It’s possible that to the uninitiated, Werner Herzog may be a bit of an enigma. Is he a documentarian? An actor? A screenwriter? A historian? Something else entirely? The fact is, he’s all of the above; your kids have seen him as a brooding outsider in the Disney+ series “The Mandalorian” and your grandparents know him from his prolific filmmaking in the ’70s and ’80s. Today, his recent work reflects that enviable point in one’s career when the art is as much what one wants to make as it is what one recognizes to be a story worth telling. The two sentiments are beautifully combined in Herzog’s deeply personal and touching new documentary Nomad: In the Footsteps of Bruce Chatwin.
Herzog and travel writer Bruce Chatwin were close friends until the latter’s untimely death in 1989. The filmmaker adapted Chatwin’s novel The Viceroy of Ouidah into 1987’s Cobra Verde, and the two were often on set together in some of the most brutal and challenging conditions Mother Nature could serve up. In Nomad, the filmmaker uses Chatwin’s own photos and writings to retrace his friend’s adventures at the ends of the earth (literally) and recounts how his life as an adventurer influences Herzog’s filmmaking even today. Herzog narrates the film extensively (in that distinctive, accented delivery), and it’s quickly apparent that this is a film about something very dear to the filmmaker’s heart, an homage to a man who remains very much a part of the lives of those he touched.
Beginning with a pelt of “brontosaurus skin” Chatwin was fascinated with as a child, Herzog journeys to Patagonia, in the southern tip of South America, to visit the caves where a young Bruce played and would eventually set his first book, In Patagonia. He heads to England to discover Silbury Hill, apparently the world’s largest neolithic structure and one that, according to the film, grounded Chatwin and infused him with an ethereal energy. And he goes all the way to Australia to speak with the indigenous peoples keeping the tradition of “songlines” alive in the outback, a secretive tradition that Chatwin explored firsthand. It’s all stunningly visualized with sweeping drone footage, offering sumptuous perspectives on far-flung worlds that seem even further away as we’re all homebound these days.
Throughout his travels for the film, Herzog also connects with others who knew Chatwin well, including his widow Elizabeth and his biographer, Nicholas Shakespeare. The affection both hold for the departed Chatwin is evident, from Elizabeth’s wistful recollection of his laughter to Shakespeare’s nearly gleeful exploration of Chatwin’s notebooks and sketches. As Herzog recounts the story of one very meaningful leather rucksack, from Chatwin’s use of it to featuring it in one of his films, it’s difficult not to think of those artifacts from our own lives that both hold meaning with our own dearly departed and those we may pass on as remnants of our time here. Chatwin’s personal life is touched on only briefly, as Herzog and Elizabeth recall his beauty and charm and their collective effect on both women and men; his death at just 48 years old was a result of contracting the then-terminal HIV virus.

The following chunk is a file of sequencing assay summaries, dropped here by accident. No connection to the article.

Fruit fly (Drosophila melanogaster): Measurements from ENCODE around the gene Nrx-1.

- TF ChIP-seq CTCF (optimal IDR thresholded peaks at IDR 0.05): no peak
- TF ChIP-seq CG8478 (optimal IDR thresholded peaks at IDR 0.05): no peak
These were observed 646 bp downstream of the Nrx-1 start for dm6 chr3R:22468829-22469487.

Werner Herzog has been making films for over 50 years, so it’s no surprise that he can skillfully and beautifully piece together a captivating story that spans continents and decades. That he chose this moment in his career to make a film so personally rooted in his own experiences and relationships is to our great benefit; Nomad is not simply a paint-by-numbers biography of a man who lived a grand, if short, life. It is a reflection on that life, on the ones that kept being lived, and on the lives to come that will discover our stories, too.
Nomad: In the Footsteps of Bruce Chatwin screens at the ChiTown Movies Drive-In on Tuesday, August 25, presented by Music Box Films and Elevated Films. Get tickets here. The film arrives at Music Box Theatre and virtual cinemas on Friday, August 28.
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